"[Fern] Maddie’s young, welcoming voice belies a darkly evocative lyricism creating an album that is both unsettling and thrilling." - Jude Rogers, The Guardian ★★★★★
Fern Maddie is a multi-instrumentalist, singer-songwriter, and experimental folk artist based in Central Vermont (N’Dakinna). Her debut EP, North Branch River, was named one of the 10 best Vermont records of 2020 by Seven Days. After a successful Kickstarter campaign, her debut album, Ghost Story, was released in 2022, and was named The Guardian's Folk Album of the Month in July 2022, gaining a five-star review.
Blending driving, trancey instrumentals with crisp vocals and the simple lyrical rhythms of old folk songs, Fern’s unique sound is the child of many influences: Old-Time string band music, the revivalist balladeers of the 60s and 70s, dark country, experimental folk-rock, and the modern trad renaissance(s). Her music has been compared to the work of June Tabor, Kate Rusby, Sharon Van Etten, Rhiannon Giddens, and Joni Mitchell. She has grown over the past three years through collaboration with Colin McCaffrey, a legend in the Vermont folk scene. Colin co-produced both of Fern's records.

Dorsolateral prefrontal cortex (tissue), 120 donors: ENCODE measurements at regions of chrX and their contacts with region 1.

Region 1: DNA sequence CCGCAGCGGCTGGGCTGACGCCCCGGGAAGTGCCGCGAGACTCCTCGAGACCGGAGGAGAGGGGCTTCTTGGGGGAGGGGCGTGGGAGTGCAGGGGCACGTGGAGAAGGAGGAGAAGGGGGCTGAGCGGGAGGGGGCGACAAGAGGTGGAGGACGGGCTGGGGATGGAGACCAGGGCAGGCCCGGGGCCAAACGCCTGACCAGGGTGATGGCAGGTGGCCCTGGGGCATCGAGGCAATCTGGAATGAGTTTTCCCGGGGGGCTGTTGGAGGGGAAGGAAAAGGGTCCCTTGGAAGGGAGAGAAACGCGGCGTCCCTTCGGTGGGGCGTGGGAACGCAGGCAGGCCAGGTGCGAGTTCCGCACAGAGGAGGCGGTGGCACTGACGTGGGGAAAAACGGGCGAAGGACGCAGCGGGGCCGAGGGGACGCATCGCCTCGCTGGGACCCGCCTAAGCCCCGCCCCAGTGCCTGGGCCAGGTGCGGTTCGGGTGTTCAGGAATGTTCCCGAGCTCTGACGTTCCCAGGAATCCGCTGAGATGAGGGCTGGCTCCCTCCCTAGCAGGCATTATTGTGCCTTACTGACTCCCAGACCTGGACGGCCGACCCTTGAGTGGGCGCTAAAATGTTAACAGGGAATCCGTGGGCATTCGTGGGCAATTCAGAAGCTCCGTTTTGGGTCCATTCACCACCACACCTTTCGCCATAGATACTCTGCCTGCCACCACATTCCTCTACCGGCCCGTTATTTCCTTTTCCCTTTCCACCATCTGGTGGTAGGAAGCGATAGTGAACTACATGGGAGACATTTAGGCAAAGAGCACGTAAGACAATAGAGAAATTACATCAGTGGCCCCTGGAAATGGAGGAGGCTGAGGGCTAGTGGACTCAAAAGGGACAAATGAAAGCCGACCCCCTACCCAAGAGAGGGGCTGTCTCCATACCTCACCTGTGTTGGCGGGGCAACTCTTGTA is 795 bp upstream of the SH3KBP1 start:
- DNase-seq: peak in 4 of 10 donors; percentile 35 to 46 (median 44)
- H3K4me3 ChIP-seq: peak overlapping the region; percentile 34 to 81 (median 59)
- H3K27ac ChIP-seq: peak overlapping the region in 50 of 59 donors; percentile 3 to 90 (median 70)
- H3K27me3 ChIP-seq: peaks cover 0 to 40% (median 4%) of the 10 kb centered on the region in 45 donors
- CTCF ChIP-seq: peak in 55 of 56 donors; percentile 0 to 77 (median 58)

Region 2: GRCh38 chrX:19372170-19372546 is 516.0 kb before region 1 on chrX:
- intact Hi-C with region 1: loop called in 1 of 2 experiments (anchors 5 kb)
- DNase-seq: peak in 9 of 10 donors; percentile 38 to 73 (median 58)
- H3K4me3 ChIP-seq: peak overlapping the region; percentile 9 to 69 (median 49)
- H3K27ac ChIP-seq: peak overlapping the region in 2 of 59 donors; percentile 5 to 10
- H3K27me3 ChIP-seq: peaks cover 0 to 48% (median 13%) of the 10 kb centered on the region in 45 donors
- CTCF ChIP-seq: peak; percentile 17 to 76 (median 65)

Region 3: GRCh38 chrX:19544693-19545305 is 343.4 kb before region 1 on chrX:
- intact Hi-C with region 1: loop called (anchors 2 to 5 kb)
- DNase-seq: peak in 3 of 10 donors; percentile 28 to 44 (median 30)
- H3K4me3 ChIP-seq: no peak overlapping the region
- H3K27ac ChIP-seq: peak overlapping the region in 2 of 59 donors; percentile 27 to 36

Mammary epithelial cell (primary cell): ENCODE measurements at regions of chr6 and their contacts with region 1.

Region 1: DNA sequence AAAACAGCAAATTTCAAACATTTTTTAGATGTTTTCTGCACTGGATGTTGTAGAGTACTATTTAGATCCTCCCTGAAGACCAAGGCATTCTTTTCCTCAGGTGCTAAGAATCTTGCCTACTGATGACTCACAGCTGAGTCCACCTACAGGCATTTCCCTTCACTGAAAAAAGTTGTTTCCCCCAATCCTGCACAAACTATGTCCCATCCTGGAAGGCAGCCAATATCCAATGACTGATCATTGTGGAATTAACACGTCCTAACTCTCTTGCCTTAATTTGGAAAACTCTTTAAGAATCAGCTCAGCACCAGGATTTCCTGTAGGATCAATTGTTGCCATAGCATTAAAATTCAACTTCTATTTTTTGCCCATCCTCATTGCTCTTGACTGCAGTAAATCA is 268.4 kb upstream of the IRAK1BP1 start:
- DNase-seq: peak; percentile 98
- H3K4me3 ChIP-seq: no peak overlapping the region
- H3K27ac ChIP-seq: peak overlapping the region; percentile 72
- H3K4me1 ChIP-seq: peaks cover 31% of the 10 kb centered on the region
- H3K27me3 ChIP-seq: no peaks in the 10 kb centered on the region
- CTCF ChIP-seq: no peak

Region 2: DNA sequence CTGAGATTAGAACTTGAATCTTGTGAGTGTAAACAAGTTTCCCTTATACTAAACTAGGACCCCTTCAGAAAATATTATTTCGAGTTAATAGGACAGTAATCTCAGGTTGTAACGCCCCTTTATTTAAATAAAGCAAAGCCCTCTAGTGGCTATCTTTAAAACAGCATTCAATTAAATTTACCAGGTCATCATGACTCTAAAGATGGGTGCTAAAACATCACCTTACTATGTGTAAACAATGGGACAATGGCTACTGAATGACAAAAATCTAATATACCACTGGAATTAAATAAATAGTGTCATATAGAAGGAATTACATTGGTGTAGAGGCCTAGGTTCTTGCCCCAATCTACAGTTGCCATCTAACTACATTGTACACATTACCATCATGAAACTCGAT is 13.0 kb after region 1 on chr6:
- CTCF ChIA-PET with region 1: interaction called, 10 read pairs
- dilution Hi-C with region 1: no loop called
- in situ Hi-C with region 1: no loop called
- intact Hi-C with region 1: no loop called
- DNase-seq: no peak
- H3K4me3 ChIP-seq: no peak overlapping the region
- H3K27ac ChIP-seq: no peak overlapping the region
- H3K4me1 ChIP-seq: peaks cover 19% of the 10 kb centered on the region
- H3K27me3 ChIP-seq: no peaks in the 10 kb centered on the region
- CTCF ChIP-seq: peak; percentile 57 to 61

Fern was raised in a family of artists, musicians, and makers, and mentored by her composer-pianist father, Mark. As a teenager, she fell in love with the folk music of Ireland and the British Isles. After playing fiddle for several years, Fern picked up the banjo and started exploring the Old-Time tradition, as well as experimenting and writing her own songs. After her father’s early death, Fern felt a deeper call to pursue music and continue living out his passion for songwriting and performance. She has since expanded her musical repertoire to include guitar, harp, and greek bouzouki.
Blending this passion for music and folk culture with a deep love for the natural world and an interest in earth-based ceremony, Fern crafts one-of-a-kind live experiences merging history, geography, folklore, ritual, ecology, and, of course, music.
Fern feels it is important to give acknowledgement to the ancestors and lineage-keepers of the banjo: the West African peoples who brought the banjo to America and kept its music alive through the trials of enslavement, as well as their descendants. Fern also acknowledges and gives gratitude to the indigenous people of the land she lives on - the Abenaki of the Dawnland.